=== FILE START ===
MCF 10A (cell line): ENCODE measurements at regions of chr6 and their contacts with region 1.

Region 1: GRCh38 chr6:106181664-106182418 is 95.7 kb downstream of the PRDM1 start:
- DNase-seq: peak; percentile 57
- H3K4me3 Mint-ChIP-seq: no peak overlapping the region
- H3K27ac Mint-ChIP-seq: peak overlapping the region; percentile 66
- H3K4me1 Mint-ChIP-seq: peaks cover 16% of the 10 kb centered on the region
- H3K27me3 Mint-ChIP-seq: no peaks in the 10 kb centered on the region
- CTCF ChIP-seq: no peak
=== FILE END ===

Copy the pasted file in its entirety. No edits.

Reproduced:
MCF 10A (cell line): ENCODE measurements at regions of chr6 and their contacts with region 1.

Region 1: GRCh38 chr6:106181664-106182418 is 95.7 kb downstream of the PRDM1 start:
- DNase-seq: peak; percentile 57
- H3K4me3 Mint-ChIP-seq: no peak overlapping the region
- H3K27ac Mint-ChIP-seq: peak overlapping the region; percentile 66
- H3K4me1 Mint-ChIP-seq: peaks cover 16% of the 10 kb centered on the region
- H3K27me3 Mint-ChIP-seq: no peaks in the 10 kb centered on the region
- CTCF ChIP-seq: no peak